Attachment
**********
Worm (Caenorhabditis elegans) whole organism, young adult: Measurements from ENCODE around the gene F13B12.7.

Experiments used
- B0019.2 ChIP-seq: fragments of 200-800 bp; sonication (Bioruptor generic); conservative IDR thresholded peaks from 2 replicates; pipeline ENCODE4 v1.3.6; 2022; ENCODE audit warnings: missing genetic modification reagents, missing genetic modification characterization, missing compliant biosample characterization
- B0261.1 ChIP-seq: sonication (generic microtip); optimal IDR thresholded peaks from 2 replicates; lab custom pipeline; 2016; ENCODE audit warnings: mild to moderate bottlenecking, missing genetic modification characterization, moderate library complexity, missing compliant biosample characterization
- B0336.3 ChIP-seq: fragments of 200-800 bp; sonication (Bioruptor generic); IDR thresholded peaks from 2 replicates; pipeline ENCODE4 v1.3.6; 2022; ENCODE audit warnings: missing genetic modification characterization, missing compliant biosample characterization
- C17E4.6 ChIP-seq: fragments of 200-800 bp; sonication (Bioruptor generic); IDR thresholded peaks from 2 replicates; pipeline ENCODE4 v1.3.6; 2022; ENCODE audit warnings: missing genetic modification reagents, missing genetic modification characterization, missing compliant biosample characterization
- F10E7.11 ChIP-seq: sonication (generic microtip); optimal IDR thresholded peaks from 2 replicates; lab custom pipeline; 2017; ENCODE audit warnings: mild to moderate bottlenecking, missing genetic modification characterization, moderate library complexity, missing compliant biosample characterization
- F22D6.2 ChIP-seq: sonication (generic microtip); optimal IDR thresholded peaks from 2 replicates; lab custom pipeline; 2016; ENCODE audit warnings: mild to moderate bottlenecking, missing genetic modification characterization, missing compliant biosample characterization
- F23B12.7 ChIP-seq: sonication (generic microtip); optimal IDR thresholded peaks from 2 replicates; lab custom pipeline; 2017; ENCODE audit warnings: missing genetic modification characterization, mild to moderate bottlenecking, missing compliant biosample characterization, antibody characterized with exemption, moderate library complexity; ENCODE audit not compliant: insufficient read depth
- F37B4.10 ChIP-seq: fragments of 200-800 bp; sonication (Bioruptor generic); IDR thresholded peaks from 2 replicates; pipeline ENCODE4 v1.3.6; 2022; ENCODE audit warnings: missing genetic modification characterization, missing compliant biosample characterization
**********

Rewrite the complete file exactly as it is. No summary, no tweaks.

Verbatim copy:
Worm (Caenorhabditis elegans) whole organism, young adult: Measurements from ENCODE around the gene F13B12.7.

Experiments used
- B0019.2 ChIP-seq: fragments of 200-800 bp; sonication (Bioruptor generic); conservative IDR thresholded peaks from 2 replicates; pipeline ENCODE4 v1.3.6; 2022; ENCODE audit warnings: missing genetic modification reagents, missing genetic modification characterization, missing compliant biosample characterization
- B0261.1 ChIP-seq: sonication (generic microtip); optimal IDR thresholded peaks from 2 replicates; lab custom pipeline; 2016; ENCODE audit warnings: mild to moderate bottlenecking, missing genetic modification characterization, moderate library complexity, missing compliant biosample characterization
- B0336.3 ChIP-seq: fragments of 200-800 bp; sonication (Bioruptor generic); IDR thresholded peaks from 2 replicates; pipeline ENCODE4 v1.3.6; 2022; ENCODE audit warnings: missing genetic modification characterization, missing compliant biosample characterization
- C17E4.6 ChIP-seq: fragments of 200-800 bp; sonication (Bioruptor generic); IDR thresholded peaks from 2 replicates; pipeline ENCODE4 v1.3.6; 2022; ENCODE audit warnings: missing genetic modification reagents, missing genetic modification characterization, missing compliant biosample characterization
- F10E7.11 ChIP-seq: sonication (generic microtip); optimal IDR thresholded peaks from 2 replicates; lab custom pipeline; 2017; ENCODE audit warnings: mild to moderate bottlenecking, missing genetic modification characterization, moderate library complexity, missing compliant biosample characterization
- F22D6.2 ChIP-seq: sonication (generic microtip); optimal IDR thresholded peaks from 2 replicates; lab custom pipeline; 2016; ENCODE audit warnings: mild to moderate bottlenecking, missing genetic modification characterization, missing compliant biosample characterization
- F23B12.7 ChIP-seq: sonication (generic microtip); optimal IDR thresholded peaks from 2 replicates; lab custom pipeline; 2017; ENCODE audit warnings: missing genetic modification characterization, mild to moderate bottlenecking, missing compliant biosample characterization, antibody characterized with exemption, moderate library complexity; ENCODE audit not compliant: insufficient read depth
- F37B4.10 ChIP-seq: fragments of 200-800 bp; sonication (Bioruptor generic); IDR thresholded peaks from 2 replicates; pipeline ENCODE4 v1.3.6; 2022; ENCODE audit warnings: missing genetic modification characterization, missing compliant biosample characterization